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Climate Change

Slovenia contributes to combating climate change at both national and international levels

Climate has its natural variability over time, but the mankind – through the emissions of greenhouse gases – has caused an unprecedented increase in global mean temperature in recent decades. Climate change is now one of the biggest threats to humanity. It is no longer avoidable, so we should respond to it appropriately and in a timely manner.


Slovenia contributes to combating climate change at both national and international levels. In 2009 the Government established Government Office of Climate Change of the Republic of Slovenia. The new central body of state administration coordinated the policies and measures of the Government of the Republic of Slovenia related to climate change. On 9 March 2012 the compence of the Office were transfered to the Ministry of Agriculture and the Environment.


The work of the Government Office of Climate Change was based on the climate science showing that global mean temperature was rising, entailing many adverse impacts. It results in change of weather patterns with more severe droughts and more intense precipitation, changes in water regime, sea level rise, shifting of vegetation zones and plant communities, increased possibility of heat waves and other adverse consequences. These changes are already underway, although relatively slow and muffled in stochastic patterns of natural processes. It is possible to adapt to them at relatively low costs provided that they are taken into consideration in long-term plans and investments; they can, however, bring about high costs and damages if we don’t address them adequately. The EU is promoting ambitious near-, mid- and long-term greenhouse gas emission reduction goals so that the rise of the global mean temperature would be stabilised below 2°C relative to preindustrial levels (which would still mean 3-4 degrees increase in Southern Europe, including Slovenia).


The Kyoto target of Slovenia is a reduction of annual greenhouse gas emissions in the period 2008 – 2012 on the average by 8 % compared to the base year 1986. For the future, Slovenia works as a member of the EU towards an ambitious, legally binding and fair agreement to be reached at a global level within the UN Framework Convention on Climate Change. In this sense Slovenia associated itself with the Copenhagen Accord after the Copenhagen conference in 2009, and in 2010 joined the REDD+ Partnership (REDD+: Reducing Emissions from Deforestation and Forest Degradation + Preservation, sustainable forest management and enhancement of forest carbon stocks in developing countries).


Activities of the Government of the Republic of Slovenia in the field of climate change

To meet the commitment of an 8 percent reduction in GHG emissions under the Kyoto Protocol,  the Government of the Republic of Slovenia adopted the Operational Programme for Reducing Greenhouse Gas Emissions by 2012 (OP GHG) in December 2006. In July 2009, on the basis of the evaluation of the implementation of the Programme, the Government adopted a revised Operational Programme (OP GHG-1), defining the measures required to meet the obligations assumed by ratifying the Kyoto Protocol. It is likely that Slovenia will fulfill part of its Kyoto obligations though the use of flexible mechanisms. The implementation of the measures defined in the OP GHG is monitored on an annual basis.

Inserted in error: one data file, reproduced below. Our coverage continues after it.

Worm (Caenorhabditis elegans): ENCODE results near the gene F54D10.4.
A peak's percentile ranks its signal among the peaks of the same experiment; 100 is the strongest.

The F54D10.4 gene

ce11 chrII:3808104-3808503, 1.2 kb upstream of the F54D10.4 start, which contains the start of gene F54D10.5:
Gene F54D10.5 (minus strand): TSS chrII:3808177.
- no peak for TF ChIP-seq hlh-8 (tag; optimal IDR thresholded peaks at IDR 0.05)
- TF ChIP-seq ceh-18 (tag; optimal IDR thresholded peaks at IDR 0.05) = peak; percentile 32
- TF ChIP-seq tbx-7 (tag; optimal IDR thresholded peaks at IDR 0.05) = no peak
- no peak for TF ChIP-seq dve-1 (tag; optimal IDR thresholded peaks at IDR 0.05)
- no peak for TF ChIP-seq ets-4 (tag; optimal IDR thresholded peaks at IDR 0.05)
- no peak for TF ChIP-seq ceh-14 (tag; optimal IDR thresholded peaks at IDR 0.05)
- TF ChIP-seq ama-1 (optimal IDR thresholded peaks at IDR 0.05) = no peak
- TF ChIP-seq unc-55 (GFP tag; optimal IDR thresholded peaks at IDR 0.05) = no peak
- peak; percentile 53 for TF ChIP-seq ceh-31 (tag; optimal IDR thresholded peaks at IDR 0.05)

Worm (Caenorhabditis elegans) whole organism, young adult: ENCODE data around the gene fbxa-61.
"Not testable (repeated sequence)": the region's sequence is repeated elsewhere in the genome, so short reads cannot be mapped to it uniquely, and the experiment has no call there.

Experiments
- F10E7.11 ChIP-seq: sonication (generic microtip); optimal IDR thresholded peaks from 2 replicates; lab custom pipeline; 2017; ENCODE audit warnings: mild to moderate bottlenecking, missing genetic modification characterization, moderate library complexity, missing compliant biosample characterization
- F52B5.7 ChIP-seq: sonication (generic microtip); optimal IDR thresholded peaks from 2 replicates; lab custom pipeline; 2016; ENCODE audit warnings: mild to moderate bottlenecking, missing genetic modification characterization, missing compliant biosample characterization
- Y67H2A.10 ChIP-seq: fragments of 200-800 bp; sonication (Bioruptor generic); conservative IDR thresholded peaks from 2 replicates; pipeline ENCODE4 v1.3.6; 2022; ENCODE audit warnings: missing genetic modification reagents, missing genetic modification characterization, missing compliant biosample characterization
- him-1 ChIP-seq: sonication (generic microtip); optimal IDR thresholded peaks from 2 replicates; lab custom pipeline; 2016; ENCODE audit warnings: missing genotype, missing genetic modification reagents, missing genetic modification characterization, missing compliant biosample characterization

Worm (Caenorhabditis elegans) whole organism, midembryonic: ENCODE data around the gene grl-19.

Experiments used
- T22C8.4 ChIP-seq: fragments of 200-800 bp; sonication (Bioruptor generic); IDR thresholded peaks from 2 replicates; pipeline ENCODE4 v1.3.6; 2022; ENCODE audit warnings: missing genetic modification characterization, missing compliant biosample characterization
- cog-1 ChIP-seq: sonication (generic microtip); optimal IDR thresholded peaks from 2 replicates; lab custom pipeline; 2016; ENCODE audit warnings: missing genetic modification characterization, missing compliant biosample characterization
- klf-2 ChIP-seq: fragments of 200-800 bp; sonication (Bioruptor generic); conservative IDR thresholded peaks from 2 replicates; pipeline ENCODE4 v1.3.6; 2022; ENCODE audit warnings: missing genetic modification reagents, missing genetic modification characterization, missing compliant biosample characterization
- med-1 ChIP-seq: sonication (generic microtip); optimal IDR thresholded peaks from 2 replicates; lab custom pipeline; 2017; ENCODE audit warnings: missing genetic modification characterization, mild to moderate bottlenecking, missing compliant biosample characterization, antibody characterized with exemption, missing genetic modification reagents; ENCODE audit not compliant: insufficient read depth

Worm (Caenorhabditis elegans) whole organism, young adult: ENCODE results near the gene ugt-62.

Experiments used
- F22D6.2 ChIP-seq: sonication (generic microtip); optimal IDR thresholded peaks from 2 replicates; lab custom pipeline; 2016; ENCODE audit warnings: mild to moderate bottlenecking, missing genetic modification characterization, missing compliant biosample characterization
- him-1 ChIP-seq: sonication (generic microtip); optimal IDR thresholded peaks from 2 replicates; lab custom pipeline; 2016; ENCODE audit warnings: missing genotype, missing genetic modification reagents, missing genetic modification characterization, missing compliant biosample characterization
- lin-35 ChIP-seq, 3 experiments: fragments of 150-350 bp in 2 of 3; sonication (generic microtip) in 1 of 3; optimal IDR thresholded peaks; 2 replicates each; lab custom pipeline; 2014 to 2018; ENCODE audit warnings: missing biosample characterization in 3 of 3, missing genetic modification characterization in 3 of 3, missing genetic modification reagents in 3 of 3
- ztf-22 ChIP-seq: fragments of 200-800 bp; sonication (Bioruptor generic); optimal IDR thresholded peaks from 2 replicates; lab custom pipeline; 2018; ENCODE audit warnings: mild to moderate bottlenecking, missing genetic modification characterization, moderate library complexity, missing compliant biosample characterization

In order to provide leadership and good example of the state administration, the Office has launched a programme called “Environmentally Efficient State Administration” with the approval of the Recommendations for an Environmentally Efficient State Administration by the cabinet of ministers in mid 2010. Environmental measures have already been introduced in office operations of some governmental bodies, which, after a short period of review, have produced positive results. These bodies are already recording reductions in electricity consumption, consumption of paper and cartridges, and other office supplies. In addition to reduced pollution, funds were saved. The Government wishes to extend these environmentally friendly office operations to the entire state administration, primarily on voluntary basis.


Long-term goals: Sustainable Development and Low-Carbon Society

In 2010, the Government Office of Climate Change drafted the Climate Change Act and prepared the long-term low-carbon strategy of Slovenia to determine the national policy of climate change mitigation and adaptation till 2050. 


The adoption of the act and the strategy is still in progress.


The proposed new act mainly targets the non-ETS sectors through the system of planning, including the long-term climate strategy adopted by the National Assembly, and medium-term (most probably linked to internationally defined commitment periods) operational programmes for climate change mitigation and adaptation. 


The draft act includes proposals on:

  • regulating carbon footprint of activities (voluntary), products and plans and programmes,
  • taking into account the external costs of GHG emissions,
    carbon budgets for the non-ETS sectors (set in the operational programmes),
  • funding of climate related measures in developing countries,
  • and monitoring of progress.

Slovenia Reduces CO2: Panel Climate Discussions

Since 2010, a project entitled "Slovenia Reduces CO2: Panel Climate Discussions " has been in progress within the framework of a partnership between the European Commission and the Government of the Republic of Slovenia for the purpose of the communication of European issues.  Within the scope of the project, numerous panel discussions on the challenges presented by long-term climate change have been taking place in Slovenia. It is possible to join the discussion at:  and to follow live broadcast of the discussions.